NJ: Chief Justice Rabner’s order forcing robo-law firms and substitute ‘trustees’ to recertify that they were filing documents in accordance with NJ Rule 5-…Certification

    Residential Mortgage Foreclosure Pleading and Document Irregularities
    http://www.judiciary.state.nj.us/superior/press_release.htm – CachedDec 20, 2010 – New Jersey Chief Justice Stuart Rabner today announced a series of steps to protect the integrity of filings of foreclosures in New Jersey. …

  4. “While the filing of any of these documents must conform to the requirements of Rule 11, the submission of a proof of claim carries the
    additional burden of satisfying the false claim prohibition of 18 U.S.C. Section 152 and 3571. The prohibition applies both to the claimant and the ATTORNEY for the claimant. …

    Section 1523 provides that any person who “knowingly and fraudulently presents any false claim ….in a personal capacity or as or through an agent, proxy, or ATTORNEY… shall be fined…or imprisoned not more than five years, or both …28 USC Section 152(4).
    Section 3571 provides that individuals may be fined up to $250,000.00, and organizations may be fined up to $500,000.00 for violations of Section 152, and perhaps double monetary amount of the gain or losses sustained in certain circumstances. See 28 U.S.C. Section 3571 (b,c, and d)….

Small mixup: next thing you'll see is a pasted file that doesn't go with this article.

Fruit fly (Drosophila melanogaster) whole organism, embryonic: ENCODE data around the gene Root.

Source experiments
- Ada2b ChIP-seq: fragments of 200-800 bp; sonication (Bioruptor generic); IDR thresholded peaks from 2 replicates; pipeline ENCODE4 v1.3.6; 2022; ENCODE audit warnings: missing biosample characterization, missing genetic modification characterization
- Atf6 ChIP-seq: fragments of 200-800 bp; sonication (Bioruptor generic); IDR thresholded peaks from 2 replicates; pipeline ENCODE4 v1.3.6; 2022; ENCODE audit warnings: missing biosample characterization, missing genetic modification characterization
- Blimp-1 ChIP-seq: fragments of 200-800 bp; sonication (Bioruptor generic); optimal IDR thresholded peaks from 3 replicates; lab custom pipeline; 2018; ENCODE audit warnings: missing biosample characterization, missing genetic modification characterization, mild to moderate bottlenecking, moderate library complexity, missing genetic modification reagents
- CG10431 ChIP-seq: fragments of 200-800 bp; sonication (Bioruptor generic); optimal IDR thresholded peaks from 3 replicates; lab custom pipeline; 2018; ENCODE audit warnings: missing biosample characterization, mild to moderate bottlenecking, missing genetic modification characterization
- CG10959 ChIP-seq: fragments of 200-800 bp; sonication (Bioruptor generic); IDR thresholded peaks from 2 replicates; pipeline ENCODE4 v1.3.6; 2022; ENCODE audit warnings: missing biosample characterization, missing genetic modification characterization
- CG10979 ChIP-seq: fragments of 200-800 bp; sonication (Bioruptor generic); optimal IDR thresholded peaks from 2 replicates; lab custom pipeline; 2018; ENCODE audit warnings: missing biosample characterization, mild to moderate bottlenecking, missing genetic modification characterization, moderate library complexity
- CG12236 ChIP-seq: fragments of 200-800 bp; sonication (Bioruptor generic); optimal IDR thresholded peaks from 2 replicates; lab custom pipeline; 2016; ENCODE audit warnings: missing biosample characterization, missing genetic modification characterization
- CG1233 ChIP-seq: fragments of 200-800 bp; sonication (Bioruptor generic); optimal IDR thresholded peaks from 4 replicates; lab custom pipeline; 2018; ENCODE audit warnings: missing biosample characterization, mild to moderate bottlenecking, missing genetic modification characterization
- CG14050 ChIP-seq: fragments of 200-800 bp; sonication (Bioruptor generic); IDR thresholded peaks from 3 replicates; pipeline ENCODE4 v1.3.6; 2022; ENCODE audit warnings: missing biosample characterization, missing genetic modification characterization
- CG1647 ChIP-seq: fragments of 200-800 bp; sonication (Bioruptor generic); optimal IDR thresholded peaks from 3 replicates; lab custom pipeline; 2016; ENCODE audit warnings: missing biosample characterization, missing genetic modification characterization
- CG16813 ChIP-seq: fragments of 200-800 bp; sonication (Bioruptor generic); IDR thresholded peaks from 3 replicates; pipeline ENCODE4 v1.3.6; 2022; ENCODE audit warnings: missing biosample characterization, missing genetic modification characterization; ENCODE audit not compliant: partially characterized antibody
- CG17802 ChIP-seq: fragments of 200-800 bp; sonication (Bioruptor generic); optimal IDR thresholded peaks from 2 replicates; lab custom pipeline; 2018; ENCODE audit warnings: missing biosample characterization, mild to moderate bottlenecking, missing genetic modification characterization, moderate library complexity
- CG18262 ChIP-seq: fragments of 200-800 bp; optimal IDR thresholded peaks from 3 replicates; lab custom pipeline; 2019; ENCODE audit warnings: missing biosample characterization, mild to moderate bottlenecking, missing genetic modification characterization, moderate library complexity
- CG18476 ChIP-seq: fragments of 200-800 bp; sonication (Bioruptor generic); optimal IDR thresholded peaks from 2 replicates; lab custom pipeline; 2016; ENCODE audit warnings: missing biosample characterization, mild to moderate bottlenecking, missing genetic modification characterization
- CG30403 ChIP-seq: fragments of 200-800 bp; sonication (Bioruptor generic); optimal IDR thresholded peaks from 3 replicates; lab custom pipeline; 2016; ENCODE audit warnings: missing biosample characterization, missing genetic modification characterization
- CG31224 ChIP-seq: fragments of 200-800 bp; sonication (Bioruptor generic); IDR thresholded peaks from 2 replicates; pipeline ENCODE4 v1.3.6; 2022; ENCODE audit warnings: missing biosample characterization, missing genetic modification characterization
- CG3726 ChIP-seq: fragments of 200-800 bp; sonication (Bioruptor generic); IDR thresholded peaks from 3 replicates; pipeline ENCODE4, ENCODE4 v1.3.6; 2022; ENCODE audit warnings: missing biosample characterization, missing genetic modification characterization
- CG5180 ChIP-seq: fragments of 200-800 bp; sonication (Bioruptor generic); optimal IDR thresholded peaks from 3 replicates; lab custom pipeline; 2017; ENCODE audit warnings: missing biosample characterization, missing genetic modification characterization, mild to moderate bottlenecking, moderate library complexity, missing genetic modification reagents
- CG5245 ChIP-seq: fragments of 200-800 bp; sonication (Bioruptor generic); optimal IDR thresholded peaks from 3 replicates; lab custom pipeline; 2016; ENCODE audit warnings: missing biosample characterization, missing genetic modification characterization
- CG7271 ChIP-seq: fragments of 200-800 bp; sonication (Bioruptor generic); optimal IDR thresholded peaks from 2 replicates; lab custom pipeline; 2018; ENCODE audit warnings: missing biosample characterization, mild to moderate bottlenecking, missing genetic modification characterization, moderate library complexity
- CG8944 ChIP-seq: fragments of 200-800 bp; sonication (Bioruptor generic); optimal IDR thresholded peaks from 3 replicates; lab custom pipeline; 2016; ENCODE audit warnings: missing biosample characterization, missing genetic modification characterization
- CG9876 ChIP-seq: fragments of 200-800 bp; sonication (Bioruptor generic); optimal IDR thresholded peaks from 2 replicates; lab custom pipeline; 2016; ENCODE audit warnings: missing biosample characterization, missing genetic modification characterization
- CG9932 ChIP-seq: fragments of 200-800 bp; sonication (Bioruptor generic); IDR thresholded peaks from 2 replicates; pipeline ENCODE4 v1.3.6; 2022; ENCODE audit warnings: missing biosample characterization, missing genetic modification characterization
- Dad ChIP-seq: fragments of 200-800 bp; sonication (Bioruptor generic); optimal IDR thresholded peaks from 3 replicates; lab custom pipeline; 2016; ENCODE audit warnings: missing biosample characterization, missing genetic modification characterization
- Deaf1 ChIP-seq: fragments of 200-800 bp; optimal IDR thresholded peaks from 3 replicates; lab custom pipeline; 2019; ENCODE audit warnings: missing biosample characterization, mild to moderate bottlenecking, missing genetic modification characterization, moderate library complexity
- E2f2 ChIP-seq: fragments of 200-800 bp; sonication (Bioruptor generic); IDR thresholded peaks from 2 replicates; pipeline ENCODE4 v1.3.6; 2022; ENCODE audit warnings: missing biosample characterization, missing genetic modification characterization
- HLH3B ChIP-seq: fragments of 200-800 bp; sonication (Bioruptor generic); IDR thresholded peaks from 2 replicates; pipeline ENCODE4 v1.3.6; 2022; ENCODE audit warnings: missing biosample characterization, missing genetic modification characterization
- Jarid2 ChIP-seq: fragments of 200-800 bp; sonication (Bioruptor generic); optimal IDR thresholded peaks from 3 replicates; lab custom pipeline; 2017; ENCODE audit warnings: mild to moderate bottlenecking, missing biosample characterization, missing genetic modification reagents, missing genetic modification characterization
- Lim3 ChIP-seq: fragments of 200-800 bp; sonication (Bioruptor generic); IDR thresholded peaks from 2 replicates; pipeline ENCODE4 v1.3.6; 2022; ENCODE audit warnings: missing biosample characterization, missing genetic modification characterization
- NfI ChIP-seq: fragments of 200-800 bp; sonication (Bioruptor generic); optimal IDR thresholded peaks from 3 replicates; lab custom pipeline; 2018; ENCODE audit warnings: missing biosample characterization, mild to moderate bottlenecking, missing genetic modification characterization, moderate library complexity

While preparation of a proof of claim is not an art form, it also is not
    the equivalent of entering a raffle or a prize drawing…..
    Congress made it a crime to file a false proof of claim.”

    This obviously refers to a proof of claim in a bk case, but there are mirror statutes for other federal and also state jurisdictions.

  5. Here we go:


    TUESDAY, JULY 19, 2011

    Justice takes a Holiday: KingCast/Mortgage Movies writes Florida Ethics Professor and Bar Advisor Tim Chinaris, Esq. on NH Mortgage Fraud and “Linda Green” docs.

    Dear Professor Chinaris:

    Please review this situation with all of the earnestness at your command. As someone who has managed a title company and practiced law as a Deputy Attorney General and Federal and State litigator I am appalled at what strikes me as patently unethical behavior here in New England. Specifically the unabashed use of bogus “Linda Green” documents and Attorney Shawn Masterson testilying about the presence of some sort of legitimate original note and mortgage that have never been produced in the case, yet the Court by and through Judge Diane Nicolosi found a way to ignore all of these issues of proof and standing despite vigorous objection by a well-prepared pro se litigant…….

  6. OMG Neil you’re killing me…. I thought I was through with my ethics complaint but just as I was heading to the post office I saw this!!!!